The voices of those accusing are not people with a grudge against Hybels but folks who have been part of the core and center of the Willow Creek ministry and association of churches for a very long time. There have been investigations and so far no charges seem to have stuck but the number of allegations and the individuals who are raising them is not going to go away soon.According to a report in Christianity Today Online: “If you’ve been sexually harassed or harmed, your pain matters—to us and to God,” the suburban Chicago megachurch posted on its Facebook page, along with details about how to get help. A handful of Willow Creek’s female leaders, including cofounder Lynne Hybels, also joined the Silence Is Not Spiritual campaign, calling on evangelical churches to stand up for women who had experienced sexual harassment and sexual violence.Now the megachurch may have a #ChurchToo problem, one that pits cofounder Bill Hybels against some of his longtime friends. A group of former pastors and staff members has accused Hybels of a pattern of sexual harassment and misconduct, the Chicago Tribune reported tonight.
Why does this matter? First of all, the church, founded in the Willow Creek Theater in Barrington, Illinois, is an evangelical powerhouse with a worship attendance of more than 25,000 and an association that has cultivated all kinds of leadership programs and publishing encouraging other congregations to follow its lead. Clearly the ripples extend well beyond the congregation itself. So many have held up Willow Creek as a model organization that this will a difficult stain upon its reputation and influence to disregard. On top of that, the retirement of the founding pastor and its central personality is always a test for megachurches and will certainly be one for Willow Creek.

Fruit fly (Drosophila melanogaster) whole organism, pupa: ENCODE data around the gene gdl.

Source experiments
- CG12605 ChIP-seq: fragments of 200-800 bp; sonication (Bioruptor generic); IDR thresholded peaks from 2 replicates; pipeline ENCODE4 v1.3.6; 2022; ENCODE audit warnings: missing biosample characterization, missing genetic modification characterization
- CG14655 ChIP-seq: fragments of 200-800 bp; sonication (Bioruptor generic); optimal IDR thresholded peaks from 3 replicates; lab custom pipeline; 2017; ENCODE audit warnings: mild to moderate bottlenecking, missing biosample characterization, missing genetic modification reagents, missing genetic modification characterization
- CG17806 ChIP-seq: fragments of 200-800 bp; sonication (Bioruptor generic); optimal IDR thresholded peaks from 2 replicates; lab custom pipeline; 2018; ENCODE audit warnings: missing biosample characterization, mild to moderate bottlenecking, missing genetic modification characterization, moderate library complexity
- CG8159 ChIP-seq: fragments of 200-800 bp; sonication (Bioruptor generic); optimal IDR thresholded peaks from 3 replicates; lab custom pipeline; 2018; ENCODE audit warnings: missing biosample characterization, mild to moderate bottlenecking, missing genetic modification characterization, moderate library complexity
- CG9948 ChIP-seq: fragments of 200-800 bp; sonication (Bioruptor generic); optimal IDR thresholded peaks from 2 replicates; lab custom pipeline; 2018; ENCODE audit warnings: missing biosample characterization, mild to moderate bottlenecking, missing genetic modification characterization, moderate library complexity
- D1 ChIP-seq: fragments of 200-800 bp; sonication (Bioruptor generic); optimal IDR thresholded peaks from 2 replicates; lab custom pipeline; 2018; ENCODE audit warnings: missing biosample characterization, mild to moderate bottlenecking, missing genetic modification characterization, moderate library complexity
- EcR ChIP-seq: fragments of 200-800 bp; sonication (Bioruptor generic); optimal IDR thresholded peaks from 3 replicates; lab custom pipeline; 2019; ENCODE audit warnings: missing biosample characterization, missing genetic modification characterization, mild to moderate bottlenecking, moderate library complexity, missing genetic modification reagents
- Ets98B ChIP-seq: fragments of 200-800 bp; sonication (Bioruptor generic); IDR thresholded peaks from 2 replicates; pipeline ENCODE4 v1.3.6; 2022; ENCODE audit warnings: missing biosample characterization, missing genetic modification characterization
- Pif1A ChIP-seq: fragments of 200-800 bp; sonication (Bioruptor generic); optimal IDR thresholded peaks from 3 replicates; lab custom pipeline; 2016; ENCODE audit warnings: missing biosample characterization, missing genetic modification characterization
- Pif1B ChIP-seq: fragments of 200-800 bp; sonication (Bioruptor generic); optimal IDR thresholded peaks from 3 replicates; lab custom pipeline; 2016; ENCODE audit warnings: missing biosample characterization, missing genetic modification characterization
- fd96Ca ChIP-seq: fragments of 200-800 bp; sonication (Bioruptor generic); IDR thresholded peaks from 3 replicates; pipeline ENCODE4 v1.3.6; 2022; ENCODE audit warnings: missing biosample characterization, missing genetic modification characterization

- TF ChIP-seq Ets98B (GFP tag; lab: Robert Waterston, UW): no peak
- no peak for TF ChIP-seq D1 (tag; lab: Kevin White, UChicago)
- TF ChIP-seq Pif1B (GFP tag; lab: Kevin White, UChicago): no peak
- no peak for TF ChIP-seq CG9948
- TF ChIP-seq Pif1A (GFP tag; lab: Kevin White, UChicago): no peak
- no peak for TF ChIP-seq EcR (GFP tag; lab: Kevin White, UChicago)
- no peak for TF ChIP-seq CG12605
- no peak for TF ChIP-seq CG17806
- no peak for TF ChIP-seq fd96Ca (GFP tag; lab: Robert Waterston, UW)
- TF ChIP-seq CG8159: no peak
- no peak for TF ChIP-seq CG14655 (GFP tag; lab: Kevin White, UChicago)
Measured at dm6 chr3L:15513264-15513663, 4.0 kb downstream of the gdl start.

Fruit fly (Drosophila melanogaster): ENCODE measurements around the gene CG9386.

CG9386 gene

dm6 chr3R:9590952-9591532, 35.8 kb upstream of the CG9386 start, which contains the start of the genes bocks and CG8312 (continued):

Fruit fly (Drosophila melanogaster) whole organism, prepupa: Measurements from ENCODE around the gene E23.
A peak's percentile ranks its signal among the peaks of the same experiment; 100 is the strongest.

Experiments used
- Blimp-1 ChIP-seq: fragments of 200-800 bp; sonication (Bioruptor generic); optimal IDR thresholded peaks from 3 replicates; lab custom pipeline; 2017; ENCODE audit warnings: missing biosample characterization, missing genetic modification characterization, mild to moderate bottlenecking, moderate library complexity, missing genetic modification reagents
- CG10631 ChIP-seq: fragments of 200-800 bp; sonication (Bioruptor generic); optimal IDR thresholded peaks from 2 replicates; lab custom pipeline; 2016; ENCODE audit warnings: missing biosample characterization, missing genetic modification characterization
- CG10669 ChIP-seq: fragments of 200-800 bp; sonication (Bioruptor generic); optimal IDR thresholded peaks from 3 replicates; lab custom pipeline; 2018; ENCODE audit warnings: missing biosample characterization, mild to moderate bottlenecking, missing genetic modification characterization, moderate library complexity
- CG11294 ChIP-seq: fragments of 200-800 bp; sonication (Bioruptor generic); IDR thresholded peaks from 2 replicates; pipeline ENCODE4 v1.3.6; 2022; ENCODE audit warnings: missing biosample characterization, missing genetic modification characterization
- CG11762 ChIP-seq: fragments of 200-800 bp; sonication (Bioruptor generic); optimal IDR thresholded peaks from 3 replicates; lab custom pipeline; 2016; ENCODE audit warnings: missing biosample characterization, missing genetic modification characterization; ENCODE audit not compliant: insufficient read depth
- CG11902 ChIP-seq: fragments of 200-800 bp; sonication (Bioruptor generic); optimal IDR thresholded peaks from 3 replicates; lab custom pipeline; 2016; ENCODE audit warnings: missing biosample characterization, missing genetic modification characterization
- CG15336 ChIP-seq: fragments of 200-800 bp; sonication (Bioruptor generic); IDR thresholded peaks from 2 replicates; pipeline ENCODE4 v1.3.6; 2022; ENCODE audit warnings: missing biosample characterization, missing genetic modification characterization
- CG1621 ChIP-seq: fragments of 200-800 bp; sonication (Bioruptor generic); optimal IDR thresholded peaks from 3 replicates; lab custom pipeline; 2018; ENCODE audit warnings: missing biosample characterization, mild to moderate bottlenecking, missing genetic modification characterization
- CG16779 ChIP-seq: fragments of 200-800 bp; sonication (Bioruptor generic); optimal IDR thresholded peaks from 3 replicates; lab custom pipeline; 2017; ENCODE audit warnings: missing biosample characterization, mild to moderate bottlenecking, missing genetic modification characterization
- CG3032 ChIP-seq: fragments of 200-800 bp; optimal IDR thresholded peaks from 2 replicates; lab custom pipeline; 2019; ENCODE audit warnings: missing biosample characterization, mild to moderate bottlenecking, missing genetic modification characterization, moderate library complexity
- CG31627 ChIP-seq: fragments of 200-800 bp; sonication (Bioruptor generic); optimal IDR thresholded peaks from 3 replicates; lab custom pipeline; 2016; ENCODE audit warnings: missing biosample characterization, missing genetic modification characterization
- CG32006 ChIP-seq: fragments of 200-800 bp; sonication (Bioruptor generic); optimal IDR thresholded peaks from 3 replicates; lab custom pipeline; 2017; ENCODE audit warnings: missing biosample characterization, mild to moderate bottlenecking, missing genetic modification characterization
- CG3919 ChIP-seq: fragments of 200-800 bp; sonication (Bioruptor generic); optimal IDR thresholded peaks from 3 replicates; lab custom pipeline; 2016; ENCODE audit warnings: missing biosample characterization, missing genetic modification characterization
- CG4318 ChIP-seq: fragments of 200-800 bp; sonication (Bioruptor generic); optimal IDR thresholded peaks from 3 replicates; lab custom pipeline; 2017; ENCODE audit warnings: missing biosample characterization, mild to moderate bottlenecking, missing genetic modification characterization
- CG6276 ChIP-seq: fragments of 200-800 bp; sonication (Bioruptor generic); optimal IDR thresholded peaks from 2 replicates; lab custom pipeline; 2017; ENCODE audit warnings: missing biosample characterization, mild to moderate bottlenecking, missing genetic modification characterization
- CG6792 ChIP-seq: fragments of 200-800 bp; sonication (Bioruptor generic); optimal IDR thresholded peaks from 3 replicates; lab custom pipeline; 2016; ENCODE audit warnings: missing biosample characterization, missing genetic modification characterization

That said, there is a central weakness in non-denominational mega churches that cannot be denied. While it is certainly related to succession and the continued success of the enterprise as a whole, it is also related to the fact that most of their boards and governing structures are self-sustaining and tend to be populated by people who support the status quo. There is little in the way of independent authority with the stature to challenge major leaders like Hybels when charges or allegations threaten. We have already seen this happen in other similar churches time and time again. While some are quick to condemn denominations and jurisdictional structures, they offer at least the real potential of holding church leaders accountable -- even charismatic and larger than life figures. It is no guarantee that things will not go wrong (as they certainly did for the Roman Catholic Church and the priest abuse scandal) but it is more likely that the wrongs will be acknowledged and remedied when there are independent authorities in the church to hold people accountable.